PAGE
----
A spreadsheet compiled by Google employees has recently caused quite a stir, as it recorded the salaries of a wide variety of employees across all levels of the company, specifically comparing the salaries of men and women.
It has been used in an ongoing class action claiming that Google discriminates on the basis of gender, and lead to Google being ordered by the court to provide more documents for evidence of pay records. Meanwhile, Google continues to insist this is a storm in a teacup, and suggests that the spreadsheet does not take into account other factors such as performance, and that it is not a representative sample.
Gender politics aside though, the current events do make an interesting commentary on the state of pay transparency in some of these major corporations. If employees feel the need to compile this sort of evidence, this suggests that toxicity has crept into the culture. This can only lead to resentment amongst employees, both towards each other, and directed towards management.
Why is pay transparency so discouraged?
The right of a worker to be transparent about their salary and wages is actually protected under American law, under the National Labour Relations Act. If it takes an anonymous spreadsheet to have pay transparency in this company, it sends a pretty strong message, that this kind of disclosure is not widely accepted within Google.
It’s a fairly widespread attitude, it’s seen as impolite to actually discuss what you earn in most of western culture, which big corporations couldn’t be more pleased about. This culture of silence is really not doing any favours for employees in the long run, however. For companies who prefer to keep employees underpaid on the lower rungs of their ladder, in favour of keeping more money in the budget for other employees or other resources, employees without pay transparency are left to fend for themselves without any ground to stand on. Obviously, for companies with this culture, pay transparency is not in their best interests.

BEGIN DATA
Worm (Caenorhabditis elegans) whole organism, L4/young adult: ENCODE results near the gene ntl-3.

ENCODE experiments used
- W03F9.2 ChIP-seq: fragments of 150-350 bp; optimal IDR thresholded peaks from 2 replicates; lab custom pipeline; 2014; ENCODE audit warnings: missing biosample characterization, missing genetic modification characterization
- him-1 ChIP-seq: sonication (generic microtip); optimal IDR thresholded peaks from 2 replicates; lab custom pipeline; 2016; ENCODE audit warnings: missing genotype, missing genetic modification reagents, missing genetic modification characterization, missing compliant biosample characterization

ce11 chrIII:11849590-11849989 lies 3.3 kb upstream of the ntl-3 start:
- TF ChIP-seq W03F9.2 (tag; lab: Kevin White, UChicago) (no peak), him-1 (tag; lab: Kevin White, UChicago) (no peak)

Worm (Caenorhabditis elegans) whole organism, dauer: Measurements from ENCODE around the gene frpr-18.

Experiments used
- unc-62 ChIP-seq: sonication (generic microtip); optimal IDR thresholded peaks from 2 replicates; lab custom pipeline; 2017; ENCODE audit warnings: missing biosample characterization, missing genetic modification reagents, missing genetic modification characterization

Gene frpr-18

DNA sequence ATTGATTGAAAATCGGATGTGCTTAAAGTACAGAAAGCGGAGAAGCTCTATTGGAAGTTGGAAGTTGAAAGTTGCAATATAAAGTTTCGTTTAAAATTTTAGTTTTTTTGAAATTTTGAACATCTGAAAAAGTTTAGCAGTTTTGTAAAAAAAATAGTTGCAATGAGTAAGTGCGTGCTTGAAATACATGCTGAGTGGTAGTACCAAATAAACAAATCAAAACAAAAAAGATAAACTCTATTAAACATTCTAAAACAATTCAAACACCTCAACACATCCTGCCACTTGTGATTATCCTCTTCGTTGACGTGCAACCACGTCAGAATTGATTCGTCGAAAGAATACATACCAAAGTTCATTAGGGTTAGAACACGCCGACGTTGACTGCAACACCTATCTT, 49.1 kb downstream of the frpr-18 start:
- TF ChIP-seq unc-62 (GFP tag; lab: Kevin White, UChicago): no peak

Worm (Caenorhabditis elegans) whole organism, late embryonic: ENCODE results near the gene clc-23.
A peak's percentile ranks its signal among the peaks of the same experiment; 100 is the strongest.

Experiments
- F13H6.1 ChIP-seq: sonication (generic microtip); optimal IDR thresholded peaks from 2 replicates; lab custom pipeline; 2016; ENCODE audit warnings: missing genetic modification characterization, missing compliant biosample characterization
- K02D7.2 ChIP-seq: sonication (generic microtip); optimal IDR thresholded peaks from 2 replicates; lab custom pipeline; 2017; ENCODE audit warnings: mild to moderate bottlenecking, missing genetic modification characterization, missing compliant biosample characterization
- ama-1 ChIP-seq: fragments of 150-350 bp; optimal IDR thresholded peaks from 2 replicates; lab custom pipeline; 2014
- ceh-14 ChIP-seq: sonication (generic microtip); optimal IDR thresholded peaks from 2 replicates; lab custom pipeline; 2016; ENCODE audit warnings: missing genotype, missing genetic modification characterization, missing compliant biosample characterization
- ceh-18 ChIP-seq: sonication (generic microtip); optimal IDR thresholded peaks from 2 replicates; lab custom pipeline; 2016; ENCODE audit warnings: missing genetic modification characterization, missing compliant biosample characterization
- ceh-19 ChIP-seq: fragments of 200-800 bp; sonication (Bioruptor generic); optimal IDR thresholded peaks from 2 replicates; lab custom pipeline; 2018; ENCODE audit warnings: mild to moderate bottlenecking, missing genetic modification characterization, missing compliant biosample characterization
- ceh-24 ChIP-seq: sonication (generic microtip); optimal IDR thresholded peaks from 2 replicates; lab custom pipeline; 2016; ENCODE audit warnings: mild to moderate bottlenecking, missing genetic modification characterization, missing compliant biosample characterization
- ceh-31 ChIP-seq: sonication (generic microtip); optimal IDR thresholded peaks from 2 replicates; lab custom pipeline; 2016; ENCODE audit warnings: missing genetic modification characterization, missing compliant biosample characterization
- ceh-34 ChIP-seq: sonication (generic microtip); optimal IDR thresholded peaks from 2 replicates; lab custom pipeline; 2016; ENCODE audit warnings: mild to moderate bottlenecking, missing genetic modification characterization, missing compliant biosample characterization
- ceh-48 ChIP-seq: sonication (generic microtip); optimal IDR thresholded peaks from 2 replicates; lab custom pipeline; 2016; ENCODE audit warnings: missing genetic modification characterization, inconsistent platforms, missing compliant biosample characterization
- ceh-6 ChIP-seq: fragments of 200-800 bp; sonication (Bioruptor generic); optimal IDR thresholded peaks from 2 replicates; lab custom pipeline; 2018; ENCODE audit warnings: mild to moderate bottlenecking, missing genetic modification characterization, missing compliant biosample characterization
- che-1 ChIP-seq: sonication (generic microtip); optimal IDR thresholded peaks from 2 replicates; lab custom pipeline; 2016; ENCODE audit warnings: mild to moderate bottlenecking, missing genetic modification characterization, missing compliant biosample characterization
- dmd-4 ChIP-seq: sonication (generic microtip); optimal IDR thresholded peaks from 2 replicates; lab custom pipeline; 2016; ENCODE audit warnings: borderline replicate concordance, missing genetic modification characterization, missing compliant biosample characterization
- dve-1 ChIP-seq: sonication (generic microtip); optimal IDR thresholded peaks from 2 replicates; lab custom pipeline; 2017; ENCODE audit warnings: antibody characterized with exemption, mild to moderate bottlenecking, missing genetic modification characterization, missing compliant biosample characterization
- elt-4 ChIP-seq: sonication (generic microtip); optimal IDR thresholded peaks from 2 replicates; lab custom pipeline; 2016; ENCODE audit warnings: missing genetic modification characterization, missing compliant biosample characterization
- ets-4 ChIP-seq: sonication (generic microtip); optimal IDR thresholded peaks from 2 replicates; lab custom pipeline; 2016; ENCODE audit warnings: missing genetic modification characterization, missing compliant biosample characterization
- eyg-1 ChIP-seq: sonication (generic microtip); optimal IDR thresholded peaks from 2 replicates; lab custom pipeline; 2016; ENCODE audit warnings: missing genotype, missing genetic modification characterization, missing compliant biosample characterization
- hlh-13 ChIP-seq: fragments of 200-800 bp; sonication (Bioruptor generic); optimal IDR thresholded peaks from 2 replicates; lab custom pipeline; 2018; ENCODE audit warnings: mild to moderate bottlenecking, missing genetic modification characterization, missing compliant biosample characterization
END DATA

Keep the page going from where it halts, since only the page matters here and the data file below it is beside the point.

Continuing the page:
A culture of trust
However, this culture of keeping employees in the dark about their colleagues’ pay doesn’t allow for trust in the relationship between employer and employee. Trust is vital in the workplace environment to encourage open lines of communication and maintain employee motivation and engagement.
An employee is likely to find out if they are being severely underpaid compared to their colleagues eventually, and when they do, a great deal of resentment will be the result. While it is true to say that more money will not help employees be more engaged with their work, pay inequality is likely to lead to dissatisfaction and can lead to lots of good employees to turnover. This is much more expensive than a pay rise or bonus when you consider the costs of re-hiring and training to fill that role.
Ultimately this spreadsheet which has enabled employees to self-report their salaries has been a curse for Google, and may possibly lead to them being ordered to pay millions in compensation of unequal salaries. However, hopefully I have demonstrated that pay transparency in the first place would have been a lot less costly. Perhaps, this has been a blessing in disguise, if it leads other companies to be more transparent in order to avoid this happening to them.